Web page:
In contrast, in the Academy, researchers conduct basic research and there is no pressure on their shoulders to generate profit at the end of the day. The time frame is not strictly limited so it lets the mind a bit more to fly and go with the flow of research. Nonetheless, an academy is usually not a very well-organized and well-functioning organization- which fact also contributes to the “researcher freedom”- but it depends on the location of the organization and the country. In our country, to be honest, I would prefer to work in the private sector. Though, important to highlight our company, as in Hungary, we are pioneers in our field. In Germany, for instance, it has a well-based tradition to create a win-win situation between researching students and companies or the state. The cooperation helps both parties to achieve results which can push ahead with both of their work.

At Omixon, we are widely open to co-operations which represent value and beneficial for both parties. We have already envisioned a program for training students who could benefit from our trainings and we could benefit from them in the long run, however we are constantly fighting against time to be able to keep the rhythms with market changes, so there is a lack of time to work out a program like this.

What do you think the future holds with respect to your field?

According to my assumptions, sequencing technologies will accelerate and become inexpensive. HLA typing will be able to resolve within hours, moreover, within 10 years, there will be a breakthrough in gene-, cell therapy and immuno-genetics especially with the use of programmed T cells in tumor therapy. Programmed cells will receive special attention as they will be used to treat people, consequently there will be no need for the HLA kits in the distant future, or if so, HLA kits will cost no more than a couple of dollars. Those kits will be capable to read all the genes so from then on, the role of genes, participating in the process, will increase. Robotics and machineries will take the place of certain processes increasing the complexity of the biotechnology. Noteworthy, these are my presumptions, none knows for sure what the future holds.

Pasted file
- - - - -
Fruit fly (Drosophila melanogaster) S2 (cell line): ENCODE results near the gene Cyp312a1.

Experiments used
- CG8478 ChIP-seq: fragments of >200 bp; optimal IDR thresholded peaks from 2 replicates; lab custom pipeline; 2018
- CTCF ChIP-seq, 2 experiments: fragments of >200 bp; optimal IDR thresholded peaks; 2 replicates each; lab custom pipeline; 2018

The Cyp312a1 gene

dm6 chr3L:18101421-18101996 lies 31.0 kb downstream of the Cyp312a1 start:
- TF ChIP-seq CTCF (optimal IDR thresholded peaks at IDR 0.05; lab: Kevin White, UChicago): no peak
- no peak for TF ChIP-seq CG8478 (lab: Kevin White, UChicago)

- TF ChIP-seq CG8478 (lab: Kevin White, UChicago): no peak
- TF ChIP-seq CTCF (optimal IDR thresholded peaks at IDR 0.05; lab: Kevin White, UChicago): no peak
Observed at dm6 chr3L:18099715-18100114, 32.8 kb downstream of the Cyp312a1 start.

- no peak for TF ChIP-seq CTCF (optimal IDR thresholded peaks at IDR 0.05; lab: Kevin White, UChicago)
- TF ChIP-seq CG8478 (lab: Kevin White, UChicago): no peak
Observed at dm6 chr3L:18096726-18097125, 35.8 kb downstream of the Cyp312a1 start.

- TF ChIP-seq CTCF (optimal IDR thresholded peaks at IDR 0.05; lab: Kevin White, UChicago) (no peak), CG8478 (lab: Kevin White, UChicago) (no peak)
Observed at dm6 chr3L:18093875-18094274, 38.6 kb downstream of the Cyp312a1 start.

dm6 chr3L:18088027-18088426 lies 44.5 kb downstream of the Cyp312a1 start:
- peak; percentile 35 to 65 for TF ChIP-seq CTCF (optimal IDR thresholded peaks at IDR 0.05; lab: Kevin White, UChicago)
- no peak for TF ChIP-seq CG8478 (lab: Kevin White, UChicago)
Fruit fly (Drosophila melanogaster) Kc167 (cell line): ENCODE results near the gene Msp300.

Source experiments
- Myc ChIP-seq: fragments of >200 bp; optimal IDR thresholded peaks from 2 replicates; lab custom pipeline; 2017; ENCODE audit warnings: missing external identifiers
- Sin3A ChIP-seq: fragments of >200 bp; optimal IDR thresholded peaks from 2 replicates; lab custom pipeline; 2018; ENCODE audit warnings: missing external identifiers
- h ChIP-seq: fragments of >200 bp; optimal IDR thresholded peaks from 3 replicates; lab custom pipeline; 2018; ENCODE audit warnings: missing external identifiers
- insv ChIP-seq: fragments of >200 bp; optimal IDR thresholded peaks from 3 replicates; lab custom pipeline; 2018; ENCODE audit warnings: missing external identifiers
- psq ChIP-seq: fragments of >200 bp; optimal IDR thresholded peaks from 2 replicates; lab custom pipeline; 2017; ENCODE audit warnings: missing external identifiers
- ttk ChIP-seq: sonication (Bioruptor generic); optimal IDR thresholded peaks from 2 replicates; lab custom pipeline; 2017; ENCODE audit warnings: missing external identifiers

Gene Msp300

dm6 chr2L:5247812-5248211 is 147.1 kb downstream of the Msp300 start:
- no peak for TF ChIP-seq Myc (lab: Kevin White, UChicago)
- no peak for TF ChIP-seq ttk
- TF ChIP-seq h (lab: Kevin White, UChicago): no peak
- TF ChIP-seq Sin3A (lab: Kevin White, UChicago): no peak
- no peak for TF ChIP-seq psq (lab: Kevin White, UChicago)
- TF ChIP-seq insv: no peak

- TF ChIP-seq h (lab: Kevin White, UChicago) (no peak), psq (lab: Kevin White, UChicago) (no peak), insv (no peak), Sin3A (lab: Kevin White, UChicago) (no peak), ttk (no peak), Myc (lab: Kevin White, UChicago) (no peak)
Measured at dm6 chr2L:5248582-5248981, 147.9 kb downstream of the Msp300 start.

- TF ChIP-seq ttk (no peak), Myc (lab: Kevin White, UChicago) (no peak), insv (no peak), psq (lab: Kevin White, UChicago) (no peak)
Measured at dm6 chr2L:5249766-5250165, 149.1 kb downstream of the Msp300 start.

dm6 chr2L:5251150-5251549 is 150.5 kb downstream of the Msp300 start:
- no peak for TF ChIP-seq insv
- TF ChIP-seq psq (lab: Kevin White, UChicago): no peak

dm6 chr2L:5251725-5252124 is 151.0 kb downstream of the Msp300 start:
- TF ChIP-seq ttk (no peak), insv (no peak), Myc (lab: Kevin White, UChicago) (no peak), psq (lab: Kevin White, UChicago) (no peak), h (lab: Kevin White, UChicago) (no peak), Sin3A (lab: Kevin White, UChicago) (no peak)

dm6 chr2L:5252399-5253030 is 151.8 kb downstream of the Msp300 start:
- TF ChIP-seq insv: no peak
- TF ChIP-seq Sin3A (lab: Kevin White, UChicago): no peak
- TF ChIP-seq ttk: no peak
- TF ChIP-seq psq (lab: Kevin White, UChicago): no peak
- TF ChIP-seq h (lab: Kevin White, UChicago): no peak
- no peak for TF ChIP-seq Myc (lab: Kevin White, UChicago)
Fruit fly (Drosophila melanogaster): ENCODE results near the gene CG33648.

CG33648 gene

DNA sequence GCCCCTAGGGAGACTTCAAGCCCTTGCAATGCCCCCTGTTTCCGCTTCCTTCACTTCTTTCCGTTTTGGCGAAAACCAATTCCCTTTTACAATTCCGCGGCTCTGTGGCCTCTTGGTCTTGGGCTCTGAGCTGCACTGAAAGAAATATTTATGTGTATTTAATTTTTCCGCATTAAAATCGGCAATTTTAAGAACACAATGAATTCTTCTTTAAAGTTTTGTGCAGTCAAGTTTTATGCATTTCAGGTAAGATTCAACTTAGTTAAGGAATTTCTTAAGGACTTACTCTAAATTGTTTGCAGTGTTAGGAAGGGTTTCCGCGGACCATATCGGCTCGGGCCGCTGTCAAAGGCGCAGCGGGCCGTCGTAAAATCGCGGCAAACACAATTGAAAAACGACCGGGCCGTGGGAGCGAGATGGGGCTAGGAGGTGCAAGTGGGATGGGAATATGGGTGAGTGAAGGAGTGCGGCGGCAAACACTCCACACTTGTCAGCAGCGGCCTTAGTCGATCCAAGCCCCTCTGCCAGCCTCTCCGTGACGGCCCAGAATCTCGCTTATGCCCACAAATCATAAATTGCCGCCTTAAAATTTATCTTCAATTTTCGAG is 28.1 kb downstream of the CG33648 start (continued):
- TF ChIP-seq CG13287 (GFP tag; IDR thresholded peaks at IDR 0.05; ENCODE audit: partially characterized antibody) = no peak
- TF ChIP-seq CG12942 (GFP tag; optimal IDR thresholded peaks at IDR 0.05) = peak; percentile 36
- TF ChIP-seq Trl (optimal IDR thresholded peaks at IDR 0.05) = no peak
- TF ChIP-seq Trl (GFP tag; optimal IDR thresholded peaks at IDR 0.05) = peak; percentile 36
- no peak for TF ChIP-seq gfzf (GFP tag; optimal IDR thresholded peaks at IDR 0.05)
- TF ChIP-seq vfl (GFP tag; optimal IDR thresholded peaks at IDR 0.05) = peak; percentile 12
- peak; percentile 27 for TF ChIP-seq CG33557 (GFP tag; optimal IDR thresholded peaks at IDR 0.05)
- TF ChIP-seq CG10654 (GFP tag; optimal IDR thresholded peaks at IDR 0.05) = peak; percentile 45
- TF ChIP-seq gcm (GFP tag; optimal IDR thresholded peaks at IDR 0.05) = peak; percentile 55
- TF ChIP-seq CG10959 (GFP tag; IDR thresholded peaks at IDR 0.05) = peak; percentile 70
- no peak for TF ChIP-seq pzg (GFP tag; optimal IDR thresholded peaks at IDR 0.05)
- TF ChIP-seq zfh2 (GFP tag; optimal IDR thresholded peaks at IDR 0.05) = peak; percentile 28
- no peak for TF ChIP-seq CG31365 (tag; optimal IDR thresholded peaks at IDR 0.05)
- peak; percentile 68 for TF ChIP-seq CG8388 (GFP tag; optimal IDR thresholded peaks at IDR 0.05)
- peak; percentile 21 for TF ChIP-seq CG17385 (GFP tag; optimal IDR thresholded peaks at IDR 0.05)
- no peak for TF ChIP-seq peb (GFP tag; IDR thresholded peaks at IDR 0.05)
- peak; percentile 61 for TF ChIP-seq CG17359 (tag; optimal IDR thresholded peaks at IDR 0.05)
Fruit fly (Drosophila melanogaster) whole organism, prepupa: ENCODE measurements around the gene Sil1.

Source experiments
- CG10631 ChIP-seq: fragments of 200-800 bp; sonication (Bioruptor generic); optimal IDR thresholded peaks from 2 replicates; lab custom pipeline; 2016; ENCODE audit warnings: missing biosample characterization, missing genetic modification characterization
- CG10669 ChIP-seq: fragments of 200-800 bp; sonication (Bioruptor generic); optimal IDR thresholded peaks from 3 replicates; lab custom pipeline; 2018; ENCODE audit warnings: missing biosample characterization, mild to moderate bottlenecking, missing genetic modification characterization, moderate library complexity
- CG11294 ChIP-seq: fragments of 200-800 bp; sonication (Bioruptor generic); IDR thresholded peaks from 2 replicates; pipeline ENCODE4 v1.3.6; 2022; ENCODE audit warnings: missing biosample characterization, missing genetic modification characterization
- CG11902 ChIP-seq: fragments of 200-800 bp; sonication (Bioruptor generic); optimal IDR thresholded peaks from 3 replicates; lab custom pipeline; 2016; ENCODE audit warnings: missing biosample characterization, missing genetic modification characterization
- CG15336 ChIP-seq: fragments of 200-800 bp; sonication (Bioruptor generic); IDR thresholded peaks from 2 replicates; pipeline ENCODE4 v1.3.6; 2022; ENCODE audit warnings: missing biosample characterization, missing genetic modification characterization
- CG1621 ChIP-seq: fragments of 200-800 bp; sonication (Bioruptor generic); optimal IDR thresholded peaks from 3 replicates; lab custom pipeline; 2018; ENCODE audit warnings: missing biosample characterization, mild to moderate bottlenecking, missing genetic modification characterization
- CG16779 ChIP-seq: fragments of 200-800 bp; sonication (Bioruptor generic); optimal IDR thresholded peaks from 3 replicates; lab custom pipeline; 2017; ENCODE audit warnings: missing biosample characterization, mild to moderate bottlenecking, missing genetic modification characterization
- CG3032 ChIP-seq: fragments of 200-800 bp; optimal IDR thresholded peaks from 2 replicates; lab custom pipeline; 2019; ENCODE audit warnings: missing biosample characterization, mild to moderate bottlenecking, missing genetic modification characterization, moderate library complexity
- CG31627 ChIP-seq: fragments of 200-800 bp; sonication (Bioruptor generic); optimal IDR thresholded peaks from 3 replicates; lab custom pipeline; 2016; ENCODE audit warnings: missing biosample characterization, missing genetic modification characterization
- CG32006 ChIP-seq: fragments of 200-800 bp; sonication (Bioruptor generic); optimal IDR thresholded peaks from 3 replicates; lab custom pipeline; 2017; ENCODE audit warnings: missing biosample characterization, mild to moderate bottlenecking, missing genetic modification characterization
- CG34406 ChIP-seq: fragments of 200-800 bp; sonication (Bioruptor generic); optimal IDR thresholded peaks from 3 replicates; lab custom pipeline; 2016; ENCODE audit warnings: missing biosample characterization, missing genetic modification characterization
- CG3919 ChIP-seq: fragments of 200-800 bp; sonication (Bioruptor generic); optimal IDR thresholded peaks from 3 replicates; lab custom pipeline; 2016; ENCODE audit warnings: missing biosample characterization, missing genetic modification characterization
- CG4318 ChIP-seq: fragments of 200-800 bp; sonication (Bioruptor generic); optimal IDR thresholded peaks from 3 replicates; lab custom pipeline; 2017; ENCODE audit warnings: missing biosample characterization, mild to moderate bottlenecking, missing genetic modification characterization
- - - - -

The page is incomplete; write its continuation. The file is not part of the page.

These are very interesting predictions, but how you think it will affect OMIXON? Aren’t you afraid of falling behind the market leaders after a while?

I am not afraid at all, firstly, because we are the market leader in our own field, secondly we receive such a bulk of support from the management that I believe Omixon can easily overcome this obstacle. If the company is flexible enough, it will be able to adapt to the ever-changing market needs with the possession of scientific knowledge and will realize those fields which worth focusing on in the near future.

At the moment, one of your bestseller products is the HOLOTYPE HLA kit. Why is it the best on the market?

We managed to eliminate the error types resulting that it become faster, more accurate and user friendly than ever. The library prep system is easy to use compared to other products and both the analyzing software and our IT support provided are better than our competitors’.

And finally, could you tell us some fun facts, remarkable moments or interesting results anything that made you feel proud?

Primarily, I am  very proud of our small team and the fact that we are able to handle the development of such complex systems, the product batch releases and validation studies in parallel.

Then I felt proud when our company won the Hungarian Innovation Grand Prize 2018. I can also mention that we have managed to develop our laboratory, which is also a huge step forward. Similarly, our laboratory acquired the ISO 13485 EXTENSION which also reflects our work.
And if you are interested in some numbers: we have consumed several liters of diluted DNA since we opened our lab at the beginning of 2018. The other immense number is in connection with the consumables (tubes, well-plates, pipet tips): we have already used up more than 20 cubic meter of them!